Achor echoes one of the key counterintuitive tenets of positive psychology: that conventional wisdom errs in suggesting that if we work harder, we will become more successful, and if we are more successful, we will be happy. In fact, Achor says, the cause and effect are reversed: It is a positive outlook, an embrace of a happy life, which fuels success, not the other way around.
Though well-being and happiness in individuals have been the subjects of vast numbers of academic studies and thousands of self-help books, organizational happiness is relatively neglected in research, according to Ruut Veenhoven. An emeritus professor at Erasmus University in Rotterdam, the Netherlands, Veenhoven spent the past four decades studying the conditions of happiness. He initiated the World Database of Happiness to measure how nations rank in terms of subjective feelings of happiness.
According to Veenhoven, traditional thinking deems that work typically adds to the enjoyment of life, or at least it should. In the past, Veenhoven pointed out, the general belief was that employees worked in order to be happy when they were done working. During work time, they would suffer. “That was in the bad old days,” Veenhoven said. “In present-day society, the quality of work is typically high, and people are happier when they have work than when they do not.”
That isn’t to say that all kinds of work are equally rewarding. Obviously, higher-paying, challenging jobs are likely to produce a different psychological result than boring, repetitive, low-paid drudgery. Most of the research, Veenhoven said, has focused on job satisfaction rather than happiness or life satisfaction. What this means, he said, is that whether life satisfaction contributes to greater productivity is dependent on the type of job.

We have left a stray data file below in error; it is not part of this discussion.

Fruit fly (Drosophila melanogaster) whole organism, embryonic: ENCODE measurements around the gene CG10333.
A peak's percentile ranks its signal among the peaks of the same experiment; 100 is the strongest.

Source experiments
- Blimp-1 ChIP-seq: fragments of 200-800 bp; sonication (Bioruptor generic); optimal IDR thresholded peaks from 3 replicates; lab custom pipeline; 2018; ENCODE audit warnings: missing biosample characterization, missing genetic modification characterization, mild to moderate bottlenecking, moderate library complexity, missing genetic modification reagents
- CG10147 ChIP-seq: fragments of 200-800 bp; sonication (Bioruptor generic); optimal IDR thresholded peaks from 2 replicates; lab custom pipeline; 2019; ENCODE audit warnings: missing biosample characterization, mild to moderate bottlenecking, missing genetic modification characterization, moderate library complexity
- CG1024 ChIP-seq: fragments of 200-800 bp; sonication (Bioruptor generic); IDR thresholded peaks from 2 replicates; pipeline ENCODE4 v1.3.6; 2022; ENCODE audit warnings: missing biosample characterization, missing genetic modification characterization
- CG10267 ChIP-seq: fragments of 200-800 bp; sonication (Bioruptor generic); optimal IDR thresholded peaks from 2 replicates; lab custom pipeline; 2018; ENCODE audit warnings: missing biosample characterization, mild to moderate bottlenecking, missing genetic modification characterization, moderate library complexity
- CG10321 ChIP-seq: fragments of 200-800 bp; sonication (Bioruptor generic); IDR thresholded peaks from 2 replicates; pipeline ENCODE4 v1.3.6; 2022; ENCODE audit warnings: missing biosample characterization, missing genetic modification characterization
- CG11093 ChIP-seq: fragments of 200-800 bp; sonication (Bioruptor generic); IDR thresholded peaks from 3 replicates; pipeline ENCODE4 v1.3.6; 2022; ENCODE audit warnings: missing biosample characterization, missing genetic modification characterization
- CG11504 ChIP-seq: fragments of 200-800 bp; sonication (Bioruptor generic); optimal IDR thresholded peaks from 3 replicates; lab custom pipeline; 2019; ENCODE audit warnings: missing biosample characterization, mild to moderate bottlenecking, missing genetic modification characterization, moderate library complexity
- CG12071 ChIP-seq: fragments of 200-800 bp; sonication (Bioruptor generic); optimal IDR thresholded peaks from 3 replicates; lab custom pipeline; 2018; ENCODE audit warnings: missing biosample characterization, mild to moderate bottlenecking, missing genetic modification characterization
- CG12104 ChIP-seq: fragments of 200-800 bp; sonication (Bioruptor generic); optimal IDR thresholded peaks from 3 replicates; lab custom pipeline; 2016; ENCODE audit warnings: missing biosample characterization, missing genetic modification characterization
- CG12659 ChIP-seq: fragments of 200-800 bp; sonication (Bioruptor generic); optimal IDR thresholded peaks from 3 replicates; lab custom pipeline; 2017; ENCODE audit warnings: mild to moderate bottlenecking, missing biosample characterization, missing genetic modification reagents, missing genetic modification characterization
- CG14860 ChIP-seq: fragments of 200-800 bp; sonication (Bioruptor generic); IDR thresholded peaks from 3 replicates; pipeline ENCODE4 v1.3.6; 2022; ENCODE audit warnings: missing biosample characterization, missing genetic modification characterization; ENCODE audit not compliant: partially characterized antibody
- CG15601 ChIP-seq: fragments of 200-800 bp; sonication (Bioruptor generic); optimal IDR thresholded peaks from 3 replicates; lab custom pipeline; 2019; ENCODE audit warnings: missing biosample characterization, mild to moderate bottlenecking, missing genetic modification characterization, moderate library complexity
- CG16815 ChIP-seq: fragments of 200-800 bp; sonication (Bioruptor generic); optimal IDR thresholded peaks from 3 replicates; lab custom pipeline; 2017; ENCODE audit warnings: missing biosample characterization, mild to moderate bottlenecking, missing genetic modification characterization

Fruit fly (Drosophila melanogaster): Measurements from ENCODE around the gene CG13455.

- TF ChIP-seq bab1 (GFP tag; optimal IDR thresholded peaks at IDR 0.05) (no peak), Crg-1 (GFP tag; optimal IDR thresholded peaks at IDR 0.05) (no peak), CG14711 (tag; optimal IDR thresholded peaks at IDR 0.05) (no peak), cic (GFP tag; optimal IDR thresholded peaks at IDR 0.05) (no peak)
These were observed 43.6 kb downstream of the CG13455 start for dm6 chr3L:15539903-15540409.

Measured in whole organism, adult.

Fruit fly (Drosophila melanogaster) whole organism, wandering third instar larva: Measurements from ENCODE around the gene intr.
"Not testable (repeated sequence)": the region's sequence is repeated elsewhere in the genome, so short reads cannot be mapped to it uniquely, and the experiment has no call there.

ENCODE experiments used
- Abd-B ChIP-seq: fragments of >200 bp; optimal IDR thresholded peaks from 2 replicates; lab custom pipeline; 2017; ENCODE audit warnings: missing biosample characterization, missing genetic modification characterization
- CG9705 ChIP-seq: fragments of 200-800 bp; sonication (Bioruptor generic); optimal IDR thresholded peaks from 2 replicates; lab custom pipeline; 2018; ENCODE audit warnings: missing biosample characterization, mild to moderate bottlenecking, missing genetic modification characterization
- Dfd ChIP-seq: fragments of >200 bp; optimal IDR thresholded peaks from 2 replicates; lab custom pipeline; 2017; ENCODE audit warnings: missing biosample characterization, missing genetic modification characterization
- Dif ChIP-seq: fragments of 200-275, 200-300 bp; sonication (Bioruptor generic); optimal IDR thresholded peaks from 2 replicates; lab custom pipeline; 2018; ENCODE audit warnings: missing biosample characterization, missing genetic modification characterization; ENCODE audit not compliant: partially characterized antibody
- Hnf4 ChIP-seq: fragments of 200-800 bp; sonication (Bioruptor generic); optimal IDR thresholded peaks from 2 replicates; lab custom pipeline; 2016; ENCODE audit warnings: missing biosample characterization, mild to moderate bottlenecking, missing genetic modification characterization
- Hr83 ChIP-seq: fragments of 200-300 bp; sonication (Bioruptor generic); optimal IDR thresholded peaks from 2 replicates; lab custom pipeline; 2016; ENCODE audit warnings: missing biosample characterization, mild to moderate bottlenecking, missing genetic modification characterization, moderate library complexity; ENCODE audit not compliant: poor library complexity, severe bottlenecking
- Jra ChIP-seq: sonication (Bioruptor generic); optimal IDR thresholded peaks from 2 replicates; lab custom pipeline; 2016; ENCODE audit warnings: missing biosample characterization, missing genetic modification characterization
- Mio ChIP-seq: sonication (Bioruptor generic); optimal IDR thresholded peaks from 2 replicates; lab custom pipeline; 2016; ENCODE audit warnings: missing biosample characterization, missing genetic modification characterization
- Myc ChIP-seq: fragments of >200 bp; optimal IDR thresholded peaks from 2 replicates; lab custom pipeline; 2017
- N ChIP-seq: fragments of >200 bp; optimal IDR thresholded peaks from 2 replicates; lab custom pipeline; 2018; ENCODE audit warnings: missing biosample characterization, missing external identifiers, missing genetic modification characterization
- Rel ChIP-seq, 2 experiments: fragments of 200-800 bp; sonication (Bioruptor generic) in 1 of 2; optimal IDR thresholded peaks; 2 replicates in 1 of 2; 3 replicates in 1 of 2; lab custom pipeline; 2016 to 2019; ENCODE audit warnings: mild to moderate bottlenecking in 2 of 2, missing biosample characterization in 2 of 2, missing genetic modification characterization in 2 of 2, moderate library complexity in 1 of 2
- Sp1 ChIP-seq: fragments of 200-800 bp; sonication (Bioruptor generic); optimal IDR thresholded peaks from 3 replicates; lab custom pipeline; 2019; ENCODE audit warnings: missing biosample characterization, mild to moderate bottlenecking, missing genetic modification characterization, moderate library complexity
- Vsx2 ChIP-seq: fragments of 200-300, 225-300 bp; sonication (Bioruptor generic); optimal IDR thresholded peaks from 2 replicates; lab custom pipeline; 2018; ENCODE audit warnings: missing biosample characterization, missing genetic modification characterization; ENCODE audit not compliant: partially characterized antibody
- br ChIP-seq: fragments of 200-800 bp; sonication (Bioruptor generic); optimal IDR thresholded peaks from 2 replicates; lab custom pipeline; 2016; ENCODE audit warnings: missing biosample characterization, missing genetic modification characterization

“Typically, professions where people have some control over their own lives, which are often, but not always well-paid, lead to more happiness,” Veenhoven said. “But there is a selection effect here. Some jobs select happy people — and happy people typically function well, are sociable, and for that reason, they get better jobs.”
But how does all this impact productivity? At the 12-year-old Center for Positive Organizations at the University of Michigan’s Ross School of Business, Professor Spreitzer and her colleagues examine how positive psychology affects corporations and other institutions, and what leaders can do to play a role in collective happiness. Writing in the Harvard Business Review, Spreitzer and her colleague Christine Porath were clear:
“When the economy’s in terrible shape, when any of us is lucky to have a job — let alone one that’s financially and intellectually rewarding — worrying about whether or not your employees are happy might seem a little over the top. But in our research into what makes for a consistently high-performing workforce, we’ve found good reason to care: Over the long term, happy employees produce more than unhappy ones. They routinely show up at work, they’re less likely to quit, they go above and beyond the call of duty, and they attract people who are just as committed to the job.”
The center’s mission is to help companies change their culture, rethink their practices and develop their leaders in a way that creates positive organizations.
Spreitzer’s work is based on her version of organizational happiness, for which she uses the term “thriving.” A thriving work force goes beyond well-being or happiness; it is one in which employees are not just satisfied and productive but engaged in creating the future — the company’s and their own.
Spreitzer lists four key drivers for a thriving work force: providing decision-making discretion; sharing information; minimizing incivility; and offering performance feedback.
Though these may seem mundane, organizations that make a concerted effort to provide autonomy, that are transparent with crucial information, that reduce rude and demeaning behavior and provide clear and consistent feedback are far more likely to foster a positive work environment.